9+ Sapphic Science Fiction and Fantasy Books

In 2020, Linda Riley created Lesbian Visibility Week (itself an extension of Lesbian Visibility Day, founded in 2008) for more time to discuss the L in LGBTQ+. As “gay” has become shorthand for the LGBTQ+ community as a whole, lesbian and queer women are also caught up in hateful backlash and laws. In a notice for the lawyershe wrote:

I am a proud cis lesbian and a proud trans ally. But many members of the LGBTQ+ community were beginning to equate cis lesbians with transphobes, which is fundamentally wrong. I wanted to help create a narrative that shows once and for all that the vast majority of cis lesbians are inclusive. We are intersectional. We want to remove any negative connotation associated with this word. That’s why, during Lesbian Visibility Week, we celebrate and center all lesbians, cis and trans, while showing solidarity with all LGBTQ+ women and non-binary people.

To celebrate this week and his take on it, I’ve put together a list of Sapphic Science Fiction and Fantasy (SFF) books and graphic novels. Coming from the Greek poet Sappho (born on the island of Lésbos), “sapphic” is shorthand for attraction between women. Many of these stories were written (and illustrated) by cis women and included cis-lesbian romances. However, books by trans writers and artists are also included.

Please note that these SFF stories including Sapphic characters and romantic subplots mean that to some extent this turns into spoilers (according to the book). We just won’t tell you how it ends, which varies from story to story.

The Chana Porter ooze (Image: Soho Press)

A mix of searing social commentary and speculative fiction, Chana Porter’s fresh and sharp debut explores a strange new world in the wake of a benign alien invasion.

Trina FastHorse Goldberg-Oneka is a fifty-year-old trans woman whose life is irreversibly altered following a gentle, yet groundbreaking invasion by an alien entity called The Seep. Thanks to The Seep, everything is connected.

Capitalism is falling, hierarchies and barriers are breaking down; if something can be imagined, it is possible. Trina and his wife, Deeba, live blissfully under the utopian influence of The Seep – until Deeba begins to imagine what it might be like to be reborn as a baby, giving her the chance to have a even better life. Using Seeptech to make this dream a reality, Deeba transitions into a new existence, leaving Trina devastated.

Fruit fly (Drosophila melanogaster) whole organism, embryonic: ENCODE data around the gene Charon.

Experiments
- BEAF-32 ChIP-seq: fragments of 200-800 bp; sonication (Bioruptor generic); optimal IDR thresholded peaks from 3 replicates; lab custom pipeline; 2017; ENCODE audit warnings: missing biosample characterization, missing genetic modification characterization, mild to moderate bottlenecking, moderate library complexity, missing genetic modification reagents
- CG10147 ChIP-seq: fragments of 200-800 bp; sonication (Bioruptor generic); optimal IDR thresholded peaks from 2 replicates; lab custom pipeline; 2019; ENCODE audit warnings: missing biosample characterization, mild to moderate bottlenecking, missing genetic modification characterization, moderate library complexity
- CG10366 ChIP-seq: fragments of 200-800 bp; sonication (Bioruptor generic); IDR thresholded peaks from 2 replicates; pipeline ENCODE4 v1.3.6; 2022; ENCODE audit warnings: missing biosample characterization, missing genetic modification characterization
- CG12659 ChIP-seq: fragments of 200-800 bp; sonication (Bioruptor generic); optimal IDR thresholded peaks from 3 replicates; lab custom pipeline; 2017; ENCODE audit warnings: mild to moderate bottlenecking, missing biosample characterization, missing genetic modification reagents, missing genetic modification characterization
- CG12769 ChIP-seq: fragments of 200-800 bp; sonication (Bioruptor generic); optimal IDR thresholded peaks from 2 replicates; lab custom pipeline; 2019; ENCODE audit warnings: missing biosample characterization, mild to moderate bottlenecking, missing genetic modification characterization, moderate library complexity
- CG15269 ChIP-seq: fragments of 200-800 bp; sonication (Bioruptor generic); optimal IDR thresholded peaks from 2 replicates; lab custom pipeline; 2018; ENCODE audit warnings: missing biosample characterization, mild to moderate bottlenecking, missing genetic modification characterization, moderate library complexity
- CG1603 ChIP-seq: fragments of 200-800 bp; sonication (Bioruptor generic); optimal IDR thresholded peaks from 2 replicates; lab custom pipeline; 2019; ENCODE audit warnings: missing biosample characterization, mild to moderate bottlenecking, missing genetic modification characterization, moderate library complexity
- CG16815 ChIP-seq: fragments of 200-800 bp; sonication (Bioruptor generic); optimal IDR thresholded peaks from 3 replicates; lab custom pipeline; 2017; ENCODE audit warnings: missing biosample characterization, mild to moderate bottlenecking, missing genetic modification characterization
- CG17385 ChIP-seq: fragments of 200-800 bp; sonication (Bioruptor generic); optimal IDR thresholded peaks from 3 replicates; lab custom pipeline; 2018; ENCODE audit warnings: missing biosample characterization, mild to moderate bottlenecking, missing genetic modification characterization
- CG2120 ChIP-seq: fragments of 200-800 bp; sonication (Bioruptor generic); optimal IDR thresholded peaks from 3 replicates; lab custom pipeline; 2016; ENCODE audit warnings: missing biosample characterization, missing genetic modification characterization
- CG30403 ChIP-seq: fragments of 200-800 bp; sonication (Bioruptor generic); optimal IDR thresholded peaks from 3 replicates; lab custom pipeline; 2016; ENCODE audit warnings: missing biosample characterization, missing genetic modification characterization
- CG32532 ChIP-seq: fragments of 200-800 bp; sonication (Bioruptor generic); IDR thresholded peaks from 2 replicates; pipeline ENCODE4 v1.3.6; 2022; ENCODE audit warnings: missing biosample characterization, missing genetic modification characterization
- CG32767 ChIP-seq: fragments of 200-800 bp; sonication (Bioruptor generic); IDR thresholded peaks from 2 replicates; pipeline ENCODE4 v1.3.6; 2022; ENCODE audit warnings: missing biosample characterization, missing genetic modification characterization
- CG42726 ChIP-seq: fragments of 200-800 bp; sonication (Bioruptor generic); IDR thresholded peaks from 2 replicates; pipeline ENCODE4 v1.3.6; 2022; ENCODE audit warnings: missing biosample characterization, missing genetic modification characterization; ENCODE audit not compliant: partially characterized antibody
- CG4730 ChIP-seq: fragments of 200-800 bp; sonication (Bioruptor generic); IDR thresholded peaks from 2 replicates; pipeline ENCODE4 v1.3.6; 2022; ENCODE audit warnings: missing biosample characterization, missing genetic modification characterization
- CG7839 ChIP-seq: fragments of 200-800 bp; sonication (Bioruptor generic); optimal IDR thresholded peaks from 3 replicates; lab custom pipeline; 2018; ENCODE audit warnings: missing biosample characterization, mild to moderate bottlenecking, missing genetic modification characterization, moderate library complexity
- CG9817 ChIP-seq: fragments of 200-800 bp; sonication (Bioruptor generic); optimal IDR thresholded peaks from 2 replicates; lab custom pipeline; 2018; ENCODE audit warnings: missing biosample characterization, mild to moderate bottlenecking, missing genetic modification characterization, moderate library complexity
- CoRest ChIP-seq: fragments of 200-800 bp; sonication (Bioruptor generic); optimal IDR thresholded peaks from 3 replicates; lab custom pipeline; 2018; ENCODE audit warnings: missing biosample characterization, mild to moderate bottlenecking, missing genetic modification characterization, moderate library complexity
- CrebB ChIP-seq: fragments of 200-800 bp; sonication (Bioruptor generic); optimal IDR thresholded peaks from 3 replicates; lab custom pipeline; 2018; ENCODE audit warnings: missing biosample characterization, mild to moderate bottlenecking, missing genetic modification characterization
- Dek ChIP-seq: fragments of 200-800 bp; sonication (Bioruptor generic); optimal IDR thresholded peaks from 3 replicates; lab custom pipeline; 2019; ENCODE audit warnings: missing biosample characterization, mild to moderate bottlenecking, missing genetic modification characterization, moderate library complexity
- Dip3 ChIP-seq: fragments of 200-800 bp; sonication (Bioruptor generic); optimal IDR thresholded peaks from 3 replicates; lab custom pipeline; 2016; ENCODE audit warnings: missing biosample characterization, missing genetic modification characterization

Heartbroken and driven into an alcoholic frenzy, Trina follows a lost boy she meets, embarking on an unexpected quest. In her attempt to save him from The Seep, she will face not only one of his most ardent devotees, but the terrifying void that Deeba left behind. A strange new elegy of love and loss, The ooze explores grief, alienation and the pain of moving on.

Pagan (Vol. 1-3) by Natasha Alterici

Heathen (Vol. 1-3) graphic novel by Natasha Alterici.  (Picture: Vault Comics)
(Vault Comics)

Exiled from her village for kissing another woman, the Viking warrior Aydis sets out to destroy the god-king Odin and end his oppressive rule. Along the way, she is joined by mermaids, immortals, Valkyries, and the talking horse, Saga.

WOMEN. WARRIOR. VIKING. BANISHED. THE GODS MUST PAY. Aydis is a self-proclaimed viking, warrior, outcast and pagan. Aydis is the friend of the talking horse Saga, the savior of the immortal Valkyrie Brynhild and the fighter of demons and fantasy monsters. Aydis is a woman. Born in a time of war, suffering and the subjugation of women, she is on a mission to end the oppressive rule of the god-king Odin.

The future of another timeline by Annalee Newitz (Image: Tor)

1992: After a confrontation at a Riot Grrl concert, seventeen-year-old Beth finds herself in a car with her friend’s abusive boyfriend dead in the backseat, agreeing to help his friends hide the body. This murder sets Beth and her friends on a path of escalating violence and revenge as they realize that many other young women around the world also need protection.

2022: Determined to use time travel to create a safer future, Tess has dedicated her life to visiting key moments in history and fighting for change. But rewriting the timeline isn’t as easy as changing a person or an event. And just when Tess thinks she’s found a way to make a montage that actually sticks, she encounters a group of dangerous travelers determined to stop her at all costs.

The lives of Tess and Beth become intertwined as war erupts across the timeline – a war that threatens to destroy time travel and leaves only a small elite group with the power to shape the past, the present and the future. Against the vast and complex forces of history and humanity, is it possible for the actions of a single person to reverberate throughout the timeline?

Dreamer (Vol. 1 – 3) by Grace Ellis and Shae Beagle

Moonstruck (Vol. 1 – 3) by Grace Ellis and Shae Beagle (Image: Image)

Werewolf barista Julie and her new girlfriend go on a date for a close-up magic show, but everything goes wild when the magician casts a gruesome spell on their friend Chet. Now it’s up to the team of mythical pals to stop the illicit illusionist before it’s too late.

The first chapter in the all-new magical coffee-laden adventure for all ages from Lumberjanes creator Grace Ellis and talented newcomer Shae Beagle.